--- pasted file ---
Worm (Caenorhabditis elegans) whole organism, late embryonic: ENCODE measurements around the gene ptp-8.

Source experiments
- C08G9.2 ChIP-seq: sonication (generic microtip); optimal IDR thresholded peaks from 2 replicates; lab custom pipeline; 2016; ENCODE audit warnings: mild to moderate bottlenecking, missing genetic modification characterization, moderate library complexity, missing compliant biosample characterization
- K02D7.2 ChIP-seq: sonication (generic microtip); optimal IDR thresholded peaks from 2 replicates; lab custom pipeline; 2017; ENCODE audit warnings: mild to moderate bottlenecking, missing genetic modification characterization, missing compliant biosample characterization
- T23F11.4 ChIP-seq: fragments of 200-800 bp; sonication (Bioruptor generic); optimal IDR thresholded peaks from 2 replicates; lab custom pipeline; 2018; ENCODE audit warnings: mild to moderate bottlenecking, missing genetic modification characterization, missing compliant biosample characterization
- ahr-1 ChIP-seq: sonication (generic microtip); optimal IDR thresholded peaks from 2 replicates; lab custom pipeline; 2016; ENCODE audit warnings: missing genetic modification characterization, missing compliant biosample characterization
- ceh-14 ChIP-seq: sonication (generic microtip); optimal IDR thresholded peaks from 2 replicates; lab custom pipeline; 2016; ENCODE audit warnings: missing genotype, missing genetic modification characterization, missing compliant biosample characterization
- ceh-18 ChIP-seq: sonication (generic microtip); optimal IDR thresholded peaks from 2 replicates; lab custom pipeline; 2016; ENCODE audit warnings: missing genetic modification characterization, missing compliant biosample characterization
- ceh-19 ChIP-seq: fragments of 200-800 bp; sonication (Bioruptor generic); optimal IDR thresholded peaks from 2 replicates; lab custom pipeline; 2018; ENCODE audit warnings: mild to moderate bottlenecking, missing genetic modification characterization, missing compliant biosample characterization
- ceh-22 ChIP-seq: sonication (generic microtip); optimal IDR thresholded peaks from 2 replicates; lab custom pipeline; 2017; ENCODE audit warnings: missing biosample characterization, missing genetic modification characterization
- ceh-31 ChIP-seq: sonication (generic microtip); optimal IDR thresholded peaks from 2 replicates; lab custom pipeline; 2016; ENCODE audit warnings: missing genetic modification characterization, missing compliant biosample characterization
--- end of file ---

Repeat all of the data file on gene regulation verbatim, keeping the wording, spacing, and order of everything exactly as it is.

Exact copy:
Worm (Caenorhabditis elegans) whole organism, late embryonic: ENCODE measurements around the gene ptp-8.

Source experiments
- C08G9.2 ChIP-seq: sonication (generic microtip); optimal IDR thresholded peaks from 2 replicates; lab custom pipeline; 2016; ENCODE audit warnings: mild to moderate bottlenecking, missing genetic modification characterization, moderate library complexity, missing compliant biosample characterization
- K02D7.2 ChIP-seq: sonication (generic microtip); optimal IDR thresholded peaks from 2 replicates; lab custom pipeline; 2017; ENCODE audit warnings: mild to moderate bottlenecking, missing genetic modification characterization, missing compliant biosample characterization
- T23F11.4 ChIP-seq: fragments of 200-800 bp; sonication (Bioruptor generic); optimal IDR thresholded peaks from 2 replicates; lab custom pipeline; 2018; ENCODE audit warnings: mild to moderate bottlenecking, missing genetic modification characterization, missing compliant biosample characterization
- ahr-1 ChIP-seq: sonication (generic microtip); optimal IDR thresholded peaks from 2 replicates; lab custom pipeline; 2016; ENCODE audit warnings: missing genetic modification characterization, missing compliant biosample characterization
- ceh-14 ChIP-seq: sonication (generic microtip); optimal IDR thresholded peaks from 2 replicates; lab custom pipeline; 2016; ENCODE audit warnings: missing genotype, missing genetic modification characterization, missing compliant biosample characterization
- ceh-18 ChIP-seq: sonication (generic microtip); optimal IDR thresholded peaks from 2 replicates; lab custom pipeline; 2016; ENCODE audit warnings: missing genetic modification characterization, missing compliant biosample characterization
- ceh-19 ChIP-seq: fragments of 200-800 bp; sonication (Bioruptor generic); optimal IDR thresholded peaks from 2 replicates; lab custom pipeline; 2018; ENCODE audit warnings: mild to moderate bottlenecking, missing genetic modification characterization, missing compliant biosample characterization
- ceh-22 ChIP-seq: sonication (generic microtip); optimal IDR thresholded peaks from 2 replicates; lab custom pipeline; 2017; ENCODE audit warnings: missing biosample characterization, missing genetic modification characterization
- ceh-31 ChIP-seq: sonication (generic microtip); optimal IDR thresholded peaks from 2 replicates; lab custom pipeline; 2016; ENCODE audit warnings: missing genetic modification characterization, missing compliant biosample characterization